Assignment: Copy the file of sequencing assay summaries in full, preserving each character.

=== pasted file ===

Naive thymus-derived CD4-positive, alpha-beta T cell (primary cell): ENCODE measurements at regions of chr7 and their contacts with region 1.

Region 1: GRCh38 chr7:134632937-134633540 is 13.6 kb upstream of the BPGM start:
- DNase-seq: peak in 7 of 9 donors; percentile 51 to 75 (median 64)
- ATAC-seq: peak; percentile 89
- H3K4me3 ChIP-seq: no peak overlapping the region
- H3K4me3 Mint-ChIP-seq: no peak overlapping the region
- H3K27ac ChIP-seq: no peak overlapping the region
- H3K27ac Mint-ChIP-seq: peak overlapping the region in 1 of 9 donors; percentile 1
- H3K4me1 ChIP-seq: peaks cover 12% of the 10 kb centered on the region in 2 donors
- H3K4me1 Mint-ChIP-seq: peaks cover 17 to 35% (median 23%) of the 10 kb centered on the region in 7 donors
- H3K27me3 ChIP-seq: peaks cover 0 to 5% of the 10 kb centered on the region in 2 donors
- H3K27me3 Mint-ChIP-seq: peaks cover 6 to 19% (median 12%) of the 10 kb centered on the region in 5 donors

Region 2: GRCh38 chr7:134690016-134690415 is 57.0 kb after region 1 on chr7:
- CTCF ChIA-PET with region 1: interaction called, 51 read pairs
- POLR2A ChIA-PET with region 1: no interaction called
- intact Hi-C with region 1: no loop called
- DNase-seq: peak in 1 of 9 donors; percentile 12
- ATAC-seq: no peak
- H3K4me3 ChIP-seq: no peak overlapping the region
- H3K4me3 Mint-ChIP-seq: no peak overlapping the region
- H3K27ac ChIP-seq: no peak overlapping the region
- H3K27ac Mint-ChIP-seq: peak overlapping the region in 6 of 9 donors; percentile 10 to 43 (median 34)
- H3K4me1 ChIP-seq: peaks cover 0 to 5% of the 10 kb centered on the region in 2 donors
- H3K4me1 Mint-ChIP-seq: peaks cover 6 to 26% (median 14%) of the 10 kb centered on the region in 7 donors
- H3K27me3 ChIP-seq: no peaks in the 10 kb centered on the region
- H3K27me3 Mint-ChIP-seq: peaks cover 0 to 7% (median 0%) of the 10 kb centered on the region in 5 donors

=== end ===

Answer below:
Naive thymus-derived CD4-positive, alpha-beta T cell (primary cell): ENCODE measurements at regions of chr7 and their contacts with region 1.

Region 1: GRCh38 chr7:134632937-134633540 is 13.6 kb upstream of the BPGM start:
- DNase-seq: peak in 7 of 9 donors; percentile 51 to 75 (median 64)
- ATAC-seq: peak; percentile 89
- H3K4me3 ChIP-seq: no peak overlapping the region
- H3K4me3 Mint-ChIP-seq: no peak overlapping the region
- H3K27ac ChIP-seq: no peak overlapping the region
- H3K27ac Mint-ChIP-seq: peak overlapping the region in 1 of 9 donors; percentile 1
- H3K4me1 ChIP-seq: peaks cover 12% of the 10 kb centered on the region in 2 donors
- H3K4me1 Mint-ChIP-seq: peaks cover 17 to 35% (median 23%) of the 10 kb centered on the region in 7 donors
- H3K27me3 ChIP-seq: peaks cover 0 to 5% of the 10 kb centered on the region in 2 donors
- H3K27me3 Mint-ChIP-seq: peaks cover 6 to 19% (median 12%) of the 10 kb centered on the region in 5 donors

Region 2: GRCh38 chr7:134690016-134690415 is 57.0 kb after region 1 on chr7:
- CTCF ChIA-PET with region 1: interaction called, 51 read pairs
- POLR2A ChIA-PET with region 1: no interaction called
- intact Hi-C with region 1: no loop called
- DNase-seq: peak in 1 of 9 donors; percentile 12
- ATAC-seq: no peak
- H3K4me3 ChIP-seq: no peak overlapping the region
- H3K4me3 Mint-ChIP-seq: no peak overlapping the region
- H3K27ac ChIP-seq: no peak overlapping the region
- H3K27ac Mint-ChIP-seq: peak overlapping the region in 6 of 9 donors; percentile 10 to 43 (median 34)
- H3K4me1 ChIP-seq: peaks cover 0 to 5% of the 10 kb centered on the region in 2 donors
- H3K4me1 Mint-ChIP-seq: peaks cover 6 to 26% (median 14%) of the 10 kb centered on the region in 7 donors
- H3K27me3 ChIP-seq: no peaks in the 10 kb centered on the region
- H3K27me3 Mint-ChIP-seq: peaks cover 0 to 7% (median 0%) of the 10 kb centered on the region in 5 donors